Likely top stories this week: Venezuelan opposition agrees to participate in corruption debate; Chilean presidential candidate Evelyn Matthei registers her candidacy; Humala’s popularity reaches a new low; peace talks resume in Colombia; and environmental groups seek a referendum to prevent drilling in Ecuador’s Yasuní National Forest.
Public Debate on Corruption in Venezuela
On Saturday, Venezuelan President Nicolás Maduro announced that he would ask the National Assembly for an enabling law to combat corruption, and challenged the opposition to participate in a public debate to discuss the government’s nationwide anti-corruption campaign. The Venezuelan government has made over 100 corruption-related arrests in the last month, including several political and media figures associated with the opposition.
On Sunday, Julio Borges, the national coordinator of Primero Justicia, said the opposition would participate in a public debate on corruption, and called on the president to “tell us the time and location” for a discussion on national TV and radio. According to Henrique Capriles, opposition leader and governor of Miranda State, recent anti-corruption efforts are a strategy to divert public attention from other pressing problems such as insecurity and inflation. Capriles’ offices are currently under investigation for corruption.
Evelyn Matthei Officially Registers her Candidacy
On Sunday, the candidate for the Unión Demócrata Independiente (Independent Democratic Union—UDI), Evelyn Matthei, officially registered her candidacy for the Chilean presidential election on November 17. Matthei was accompanied by leaders of UDI and Renovación Nacional (RN)—the two parties that constitute the ruling Alianza coalition. After registering her candidacy, Matthei gave a speech that recognized the current lead of former president and current presidential candidate of the Nueva Mayoría coalition, Michelle Bachelet. Still, Matthei expressed hope of taking the election to a second round of voting. If no candidate secures half of the votes in the first round, a second round of voting would be held in mid-December.
Humala’s Popularity Reaches a New Low
On Sunday, the latest Ipsos-Perú survey published by El Comercio revealed that Ollanta Humala’s popularity dropped to 29 percent, the lowest during the two years of his presidency. Despite the government’s recent military win again the Shining Path terrorist group, the president registered 4 percentage points less popular support than in July 2012. The survey also revealed that first lady Nadine Heredia’s popularity dropped to 38 percent, and Lima Mayor Susana Villarán continues to have one of the highest disapproval rates in the country, which reached 69 percent in August.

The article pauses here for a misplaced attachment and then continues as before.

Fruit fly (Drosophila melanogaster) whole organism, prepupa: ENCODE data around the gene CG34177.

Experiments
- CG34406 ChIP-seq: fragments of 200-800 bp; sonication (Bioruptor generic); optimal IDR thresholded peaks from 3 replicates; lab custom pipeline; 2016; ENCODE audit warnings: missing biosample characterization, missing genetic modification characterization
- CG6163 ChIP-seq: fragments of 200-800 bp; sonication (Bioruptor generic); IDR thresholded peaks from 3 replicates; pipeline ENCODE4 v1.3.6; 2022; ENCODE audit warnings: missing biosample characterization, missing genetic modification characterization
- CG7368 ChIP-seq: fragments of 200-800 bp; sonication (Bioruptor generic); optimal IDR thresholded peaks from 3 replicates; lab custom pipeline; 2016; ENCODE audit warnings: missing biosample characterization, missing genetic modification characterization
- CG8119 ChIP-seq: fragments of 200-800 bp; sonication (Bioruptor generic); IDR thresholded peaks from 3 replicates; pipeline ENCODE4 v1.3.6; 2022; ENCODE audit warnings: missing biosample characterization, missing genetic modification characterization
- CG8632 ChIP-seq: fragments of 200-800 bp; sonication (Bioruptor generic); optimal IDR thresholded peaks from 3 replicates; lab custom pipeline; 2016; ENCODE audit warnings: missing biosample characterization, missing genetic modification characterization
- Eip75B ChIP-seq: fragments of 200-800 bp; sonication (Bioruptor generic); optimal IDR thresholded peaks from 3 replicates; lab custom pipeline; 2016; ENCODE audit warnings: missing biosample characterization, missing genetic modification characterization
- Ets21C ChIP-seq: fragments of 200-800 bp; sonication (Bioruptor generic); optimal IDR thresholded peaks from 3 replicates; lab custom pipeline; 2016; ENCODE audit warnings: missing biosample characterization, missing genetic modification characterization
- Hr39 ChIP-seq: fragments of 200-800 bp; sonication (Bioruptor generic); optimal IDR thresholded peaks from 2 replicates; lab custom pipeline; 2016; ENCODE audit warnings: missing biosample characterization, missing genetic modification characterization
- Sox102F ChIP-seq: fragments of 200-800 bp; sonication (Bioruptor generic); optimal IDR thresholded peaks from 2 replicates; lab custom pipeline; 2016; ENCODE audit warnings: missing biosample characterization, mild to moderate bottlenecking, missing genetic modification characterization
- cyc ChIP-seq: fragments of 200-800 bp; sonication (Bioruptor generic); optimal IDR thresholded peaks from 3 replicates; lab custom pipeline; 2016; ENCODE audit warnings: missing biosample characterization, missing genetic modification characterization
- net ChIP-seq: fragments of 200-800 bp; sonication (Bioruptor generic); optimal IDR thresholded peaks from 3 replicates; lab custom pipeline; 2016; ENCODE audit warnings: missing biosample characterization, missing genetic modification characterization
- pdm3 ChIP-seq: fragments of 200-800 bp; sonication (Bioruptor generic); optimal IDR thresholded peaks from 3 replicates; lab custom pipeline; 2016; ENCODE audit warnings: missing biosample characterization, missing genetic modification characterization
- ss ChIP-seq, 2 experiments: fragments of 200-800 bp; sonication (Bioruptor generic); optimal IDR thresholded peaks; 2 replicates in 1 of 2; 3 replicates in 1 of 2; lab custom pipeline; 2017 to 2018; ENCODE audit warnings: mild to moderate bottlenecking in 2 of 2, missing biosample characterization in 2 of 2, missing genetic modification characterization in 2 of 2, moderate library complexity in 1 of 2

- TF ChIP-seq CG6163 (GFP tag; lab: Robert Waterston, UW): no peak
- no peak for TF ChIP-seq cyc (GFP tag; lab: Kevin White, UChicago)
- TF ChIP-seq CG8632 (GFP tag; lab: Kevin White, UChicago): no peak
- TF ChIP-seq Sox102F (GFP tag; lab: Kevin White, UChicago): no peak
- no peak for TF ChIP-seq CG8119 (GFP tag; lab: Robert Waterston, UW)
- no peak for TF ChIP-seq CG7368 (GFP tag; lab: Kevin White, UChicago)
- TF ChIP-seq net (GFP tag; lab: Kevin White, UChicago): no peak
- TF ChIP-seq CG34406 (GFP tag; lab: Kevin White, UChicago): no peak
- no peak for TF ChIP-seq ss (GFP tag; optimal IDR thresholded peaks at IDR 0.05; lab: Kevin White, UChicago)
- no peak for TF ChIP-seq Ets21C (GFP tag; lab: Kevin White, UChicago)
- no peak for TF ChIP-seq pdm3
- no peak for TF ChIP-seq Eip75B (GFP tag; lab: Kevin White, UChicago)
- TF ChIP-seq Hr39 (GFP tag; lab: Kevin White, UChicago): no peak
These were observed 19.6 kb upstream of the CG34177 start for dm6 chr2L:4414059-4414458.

New Round of Colombian Peace Negotiations
On Monday, the Colombian government and the Revolutionary Armed Forces of Colombia (Fuerzas Armadas Revolucionarias de Colombia—FARC) begin a new round of negotiations in Havana to discuss topics such as political participation. This is one of the most controversial items in the peace agenda as it involves negotiations around the incorporation of the rebel group into the country’s democratic system. According to Humberto de la Calle, the lead government negotiator, the FARC must surrender their arms and reach agreements around the five topics of the agenda to participate in Colombian politics. President Juan Manuel Santos sent a message to the FARC stating his commitment to the negotiations, but warned that the military fight will continue in the interim.
Environmental Groups in Ecuador Vow to Save Yasuní Program
On Sunday, environmental groups, human rights groups and Indigenous lawmakers threatened to take Ecuador’s government to international court over a plan to drill for oil in Yasuní, a protected part of the Amazon rainforest that is believed to hold some 900 barrels of oil—about a fifth of Ecuador’s total reserves. The actions follow President Rafael Correa’s statement last week that the government was abandoning the Yasuní-ITT Initiative, a long-term commitment to refrain from drilling in the rainforest area if the international community came up with $3.6 billion to offset some of the foregone benefits of the oil money. The president said that “the world has let Ecuador down,” as just $13.3 million has been delivered to the country. In the coming days, Correa plans to ask the National Assembly to declare crude-oil exploitation in the Yasuní as a "national interest." In response, some of Ecuador’s Indigenous lawmakers have called for a national referendum to decide on the issue.
Top stories this week are likely to include: Brazilian protests expand across the country; Ecuador approves a controversial new media law; FARC negotiators aspire to Northern Ireland-style ceasefire; U.S. Senator Marco Rubio says immigration bill needs to contain stronger border security provisions; Ecuador’s foreign minister travels to London.
Brazilian Protests Grow: Hundreds of protesters gathered outside the national stadium in Brasilia on Saturday at the beginning of the opening Confederations Cup match between Brazil and Japan to protest the growing cost of living in Brazil, as well as public expenditures for major sporting events set to take place in Brazil, like the World Cup and Olympic Games. Brasilia’s new stadium reportedly cost $600 million to construct. Authorities said that at least 15 people were arrested in Brasilia on Saturday, but the match continued without disruption and ended with Brazil’s 3-0 victory over Japan. The protests come two days after protests against bus fare increases in São Paulo led to hundreds of arrests.
Ecuador Approves Media Law: Ecuador's congress approved a controversial new media law in a 108-26 vote on Friday. The law will create official media overseers and impose strict limits on the percentage of licenses granted to private radio and TV companies. The Ecuadorian government has called the law a “milestone” and said it would make media in the country more democratic. However, press freedom groups and members of the political opposition have said that the new measure, which they characterize as a “gag law,” will have a chilling effect on free speech and dissent.